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Reflections on Chocopie

Examining the nostalgic, spiritual and capitalist crossroads of Vietnam’s favourite snack.

Art by Nandini Dhir.

A few weeks ago, I walked into a Miracle Supermarket for some late night snacks. I wandered around the aisles looking for familiar treats such as coconut jelly (rau câu dừa in Vietnamese) or mung bean-coated sticky rice (xôi vò). But I was instantly sold when I stumbled upon a nostalgic, red and yellow tin of Choco Pies. 

The sumptuous treat — a crumbly cake with a crispy chocolate covering and a creamy marshmallow core, is an iconic staple in Korea and Southeast Asia, which of course  includes my homeland, Vietnam. Seeing it on the shelf cued primary school memories; finishing class, holding a copy of either Doraemon or Black Jack, and visiting the local sweets kiosk for a Choco Pie. 

The story behind this hugely popular confection is no heroic, rags-to-riches fairytale. Like many other household snacks, Choco Pie was owned and created by Orion Confectionery, one of South Korea’s largest food companies. Founded in 1956, Orion went on to dominate the South Korean confectionery scene alongside other conglomerates Lotte and Crown. However, it was not until 1974 that the firm created its piece de resistance that was the Choco Pie. The cake was inspired by its British and American contemporaries, the Wagon Wheel and Moon Pies. But unlike its rivals, Orion aggressively expanded Choco Pie distribution across China and Southeast Asia by building factories in China, Vietnam, and Russia.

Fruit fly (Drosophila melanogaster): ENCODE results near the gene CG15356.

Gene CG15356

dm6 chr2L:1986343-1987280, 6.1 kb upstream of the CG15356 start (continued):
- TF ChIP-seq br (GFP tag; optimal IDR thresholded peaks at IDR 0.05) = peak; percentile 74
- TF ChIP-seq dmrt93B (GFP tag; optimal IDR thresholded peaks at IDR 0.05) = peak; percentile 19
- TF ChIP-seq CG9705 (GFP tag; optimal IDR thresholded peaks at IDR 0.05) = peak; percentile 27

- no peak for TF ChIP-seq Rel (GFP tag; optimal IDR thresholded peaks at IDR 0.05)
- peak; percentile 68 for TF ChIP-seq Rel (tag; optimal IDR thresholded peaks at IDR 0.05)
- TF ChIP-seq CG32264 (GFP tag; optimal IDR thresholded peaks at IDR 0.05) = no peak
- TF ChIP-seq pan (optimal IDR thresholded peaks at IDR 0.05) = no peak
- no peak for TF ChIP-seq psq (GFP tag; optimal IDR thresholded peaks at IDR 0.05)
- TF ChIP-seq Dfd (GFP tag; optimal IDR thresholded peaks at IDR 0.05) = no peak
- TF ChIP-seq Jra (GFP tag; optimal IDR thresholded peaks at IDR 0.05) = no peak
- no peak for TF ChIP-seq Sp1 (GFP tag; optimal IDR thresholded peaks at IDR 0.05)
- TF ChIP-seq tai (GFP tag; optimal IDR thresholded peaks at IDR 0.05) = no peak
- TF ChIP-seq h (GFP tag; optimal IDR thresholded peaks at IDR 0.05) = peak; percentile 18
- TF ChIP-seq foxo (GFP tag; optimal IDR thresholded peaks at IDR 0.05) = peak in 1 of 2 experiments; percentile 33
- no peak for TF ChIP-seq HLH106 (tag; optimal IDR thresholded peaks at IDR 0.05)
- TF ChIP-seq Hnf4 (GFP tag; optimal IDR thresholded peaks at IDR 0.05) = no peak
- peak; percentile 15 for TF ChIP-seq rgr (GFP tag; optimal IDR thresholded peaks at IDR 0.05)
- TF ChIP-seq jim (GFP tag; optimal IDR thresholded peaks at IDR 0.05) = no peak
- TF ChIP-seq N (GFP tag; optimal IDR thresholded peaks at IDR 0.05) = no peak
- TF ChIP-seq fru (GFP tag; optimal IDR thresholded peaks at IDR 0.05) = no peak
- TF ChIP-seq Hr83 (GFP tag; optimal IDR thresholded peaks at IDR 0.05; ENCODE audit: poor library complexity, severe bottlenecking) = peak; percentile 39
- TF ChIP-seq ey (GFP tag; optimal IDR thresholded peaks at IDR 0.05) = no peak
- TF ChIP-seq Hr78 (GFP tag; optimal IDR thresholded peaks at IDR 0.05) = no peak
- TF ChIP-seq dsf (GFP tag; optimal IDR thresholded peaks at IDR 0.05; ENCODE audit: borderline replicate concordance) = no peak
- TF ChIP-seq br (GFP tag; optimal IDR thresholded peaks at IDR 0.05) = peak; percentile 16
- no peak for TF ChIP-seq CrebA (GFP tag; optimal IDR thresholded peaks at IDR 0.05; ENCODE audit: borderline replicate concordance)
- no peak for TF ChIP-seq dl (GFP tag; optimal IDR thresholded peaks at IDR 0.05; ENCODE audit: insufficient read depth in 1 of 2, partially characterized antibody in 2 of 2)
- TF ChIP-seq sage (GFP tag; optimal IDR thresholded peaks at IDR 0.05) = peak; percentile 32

In addition, Orion deployed a range of branding strategies specifically catered for different markets. For instance, in China, the company avoided the romanised ‘Chocopie,’ instead calling it Hao Li You Pai ( 好丽友派) meaning ‘a good friend,’ and inserted Ren (仁) which denotes altruism and virtuousness in Confucian philosophy to appeal to the country’s strong underpinning of family life. In Russia, the pie’s nutritional profile was adjusted to cater for breakfast, seeing that locals preferred Choco Pies with tea. For Orion, despite its direct inspiration from Georgia’s Wagon Wheels, it resonated with public demands for an alternative to American imports — as Orion’s revival coincided with the emergence of Chaebol capitalism. 

Choco Pie’s fame is perhaps best encapsulated in its appeal in the most personal of settings – the home. As of 2018, Vietnam consumes the most Choco Pies out of any country – exceeding even its home, South Korea itself — despite having only been introduced to the country in 2005. The treat is so ubiquitous and popular that it is sometimes used as an offering on ancestral altars alongside traditional assortments of fruits and phở. Of course, it is hard to escape the irony — delicious South Korean capitalism juxtaposed against the humility of Confucian ancestor worship. 

The story of Choco Pie represents a curious intersection between nostalgia, familial spirituality, and capitalist iconoclasm. Although these may seem irreconcilable, such dissonance may represent an opportune alignment between the self-sacrificial impetus underpinning ancestral worship, commercial novelty and Southeast Asia’s rapid economic transformation. In a way, that sweet and beloved tin of Choco Pie on the altar is a quasi-spiritual celebration of trendy capitalist innovation.

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